Software Supply Chain Security: Tearing Down the Silos
It’s a good time to be a hacker. As the adoption of cloud native technologies continues at an unabated rate of growth, an exponential amount of vulnerabilities and potential attack vectors can easily be exploited by intruders.
The nature of Kubernetes — allowing applications to be scaled, distributed and shared — also creates many weak points in containerized environments. The highly interdependent nature of containers and microservices forming a cloud native environment also means that, in many cases, it just takes a single vulnerability or exposed network port to cause outages and disruptions across an entire network.
Among the attack vectors is open source code that developers have used to build applications, code that may contain hidden vulnerabilities. Once deployed, every Kubernetes cluster can contain multiple namespaces, improperly protected secrets, numerous interconnected containers with multiple dependencies and microservices and other infrastructure to monitor.
The version-control repository for GitOps (GitHub, GitLab, Bitbucket), the entire continuous integration/continuous delivery (CI/CD) pipeline, the cloud infrastructure and the Kubernetes clusters themselves are all on the security team’s watch as well.
In other words, both application and infrastructure security are required for proper cloud native security, both of which fall under the purview of supply chain security.
Numerous tools and platforms exist separately for application and infrastructure security. However, what is typically lacking is a single platform that can serve as a single source or console in order to monitor and manage the entire supply chain. Application and infrastructure security should not only be merged, but the silos separating their management should be removed.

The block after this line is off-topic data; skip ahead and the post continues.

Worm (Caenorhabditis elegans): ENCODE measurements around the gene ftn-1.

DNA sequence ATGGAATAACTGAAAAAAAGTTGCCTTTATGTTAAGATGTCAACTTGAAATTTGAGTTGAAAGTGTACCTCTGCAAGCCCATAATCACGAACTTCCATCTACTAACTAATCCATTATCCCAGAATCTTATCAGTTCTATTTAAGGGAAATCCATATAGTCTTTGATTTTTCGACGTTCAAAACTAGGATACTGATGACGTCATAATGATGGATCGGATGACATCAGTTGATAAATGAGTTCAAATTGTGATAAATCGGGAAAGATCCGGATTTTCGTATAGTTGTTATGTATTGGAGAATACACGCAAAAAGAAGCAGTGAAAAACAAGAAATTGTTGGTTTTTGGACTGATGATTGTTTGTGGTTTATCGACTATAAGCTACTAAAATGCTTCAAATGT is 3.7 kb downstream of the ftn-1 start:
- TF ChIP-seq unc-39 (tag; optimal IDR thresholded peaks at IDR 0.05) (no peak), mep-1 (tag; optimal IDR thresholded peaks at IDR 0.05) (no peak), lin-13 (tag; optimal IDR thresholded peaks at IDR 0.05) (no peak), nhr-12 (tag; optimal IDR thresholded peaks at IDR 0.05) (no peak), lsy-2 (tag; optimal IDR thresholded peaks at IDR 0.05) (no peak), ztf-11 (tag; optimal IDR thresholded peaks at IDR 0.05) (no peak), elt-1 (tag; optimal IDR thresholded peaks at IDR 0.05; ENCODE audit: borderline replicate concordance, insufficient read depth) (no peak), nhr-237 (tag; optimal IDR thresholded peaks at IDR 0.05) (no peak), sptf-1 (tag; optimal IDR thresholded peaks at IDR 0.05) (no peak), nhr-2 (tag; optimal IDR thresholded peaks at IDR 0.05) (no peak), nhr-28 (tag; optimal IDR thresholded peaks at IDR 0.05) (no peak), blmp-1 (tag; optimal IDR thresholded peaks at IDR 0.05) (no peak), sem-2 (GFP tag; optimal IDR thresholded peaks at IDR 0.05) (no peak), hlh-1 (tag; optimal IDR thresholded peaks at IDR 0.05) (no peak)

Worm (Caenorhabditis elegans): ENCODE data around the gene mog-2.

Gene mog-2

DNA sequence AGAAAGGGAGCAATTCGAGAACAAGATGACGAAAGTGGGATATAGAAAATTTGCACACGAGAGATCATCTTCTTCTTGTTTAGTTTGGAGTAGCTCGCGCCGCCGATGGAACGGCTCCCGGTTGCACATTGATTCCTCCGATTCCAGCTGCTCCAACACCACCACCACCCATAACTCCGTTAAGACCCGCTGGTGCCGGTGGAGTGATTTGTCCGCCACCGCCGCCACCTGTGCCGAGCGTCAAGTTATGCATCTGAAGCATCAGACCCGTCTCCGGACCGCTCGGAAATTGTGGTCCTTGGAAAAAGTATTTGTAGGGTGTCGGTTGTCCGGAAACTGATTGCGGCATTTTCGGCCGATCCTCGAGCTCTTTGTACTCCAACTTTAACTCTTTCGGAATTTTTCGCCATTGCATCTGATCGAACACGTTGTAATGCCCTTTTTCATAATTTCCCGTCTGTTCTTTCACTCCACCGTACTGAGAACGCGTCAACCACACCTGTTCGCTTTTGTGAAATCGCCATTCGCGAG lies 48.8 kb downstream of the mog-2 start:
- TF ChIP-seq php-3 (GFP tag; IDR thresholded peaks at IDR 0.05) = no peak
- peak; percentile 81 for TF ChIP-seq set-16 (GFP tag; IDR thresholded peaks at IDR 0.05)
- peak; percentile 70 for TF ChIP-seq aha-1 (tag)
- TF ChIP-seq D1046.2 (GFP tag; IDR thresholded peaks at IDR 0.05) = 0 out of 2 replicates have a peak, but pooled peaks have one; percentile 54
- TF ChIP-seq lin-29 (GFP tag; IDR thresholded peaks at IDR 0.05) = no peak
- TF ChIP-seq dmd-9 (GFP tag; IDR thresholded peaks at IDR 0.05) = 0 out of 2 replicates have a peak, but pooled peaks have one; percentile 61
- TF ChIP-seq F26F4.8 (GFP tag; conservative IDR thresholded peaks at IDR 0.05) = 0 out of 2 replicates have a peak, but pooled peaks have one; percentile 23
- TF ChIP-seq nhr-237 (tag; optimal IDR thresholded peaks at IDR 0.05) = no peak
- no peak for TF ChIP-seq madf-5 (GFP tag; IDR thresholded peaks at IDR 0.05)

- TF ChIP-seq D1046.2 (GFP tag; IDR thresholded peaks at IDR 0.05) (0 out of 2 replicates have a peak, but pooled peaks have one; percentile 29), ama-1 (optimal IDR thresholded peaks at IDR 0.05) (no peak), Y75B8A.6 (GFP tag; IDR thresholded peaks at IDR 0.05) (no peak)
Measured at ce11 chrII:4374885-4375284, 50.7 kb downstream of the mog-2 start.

“It’s become absolutely essential to apply a single solution to manage the security for the entire supply chain, covering CI/CD, Git and cloud deployments, in order to get all the visibility required for application and infrastructure and cloud security,” Barak Schoster Goihman, senior director, chief architect of Prisma Cloud at Palo Alto Networks, told The New Stack.
In merging application and infrastructure security, automation from the very beginning of the production cycle is essential, accounting for the so-called “shift left” trend. So, as DevOps teams are learning, is using policy as code, in which code defines and manages rules and conditions, so that apps follow security standards from the start.
In this article, we see not only why it is necessary to integrate all components of supply chain security into a single console but also offer an example of how such a platform would work.
Why Developers Can Be Security’s Weak Link
Security for the development cycle remains in many ways the weakest link in the software supply chain. Much of this has to do with vulnerable, improperly maintained open source code that is part of the software devs are building.
Out of 4,055 templates and 38,480 files from the popular infrastructure as code Terraform repositories, 63% of the templates contained one or more insecure configurations and 49% of the templates had at least one critical or highly insecure configuration, according to the results of a Palo Alto Networks’ Unit 42 analysis using Checkov (an open source static code analysis tool created by Bridgecrew, a company that Palo Alto Networks purchased last year).
“Anyone can publish a module on open-source Terraform repositories, and all the Terraform modules are open-sourced and available on GitHub,” the report read.
In the case of one unnamed “large SaaS provider” the report cites, a Unit 42 researcher found several critical software development flaws in three days “that could have exposed the customer to an attack similar to that of SolarWinds and Kaseya.”
“Overall, the findings indicate that many organizations may still be lulled into a false sense of supply chain security in the cloud,” according to the report.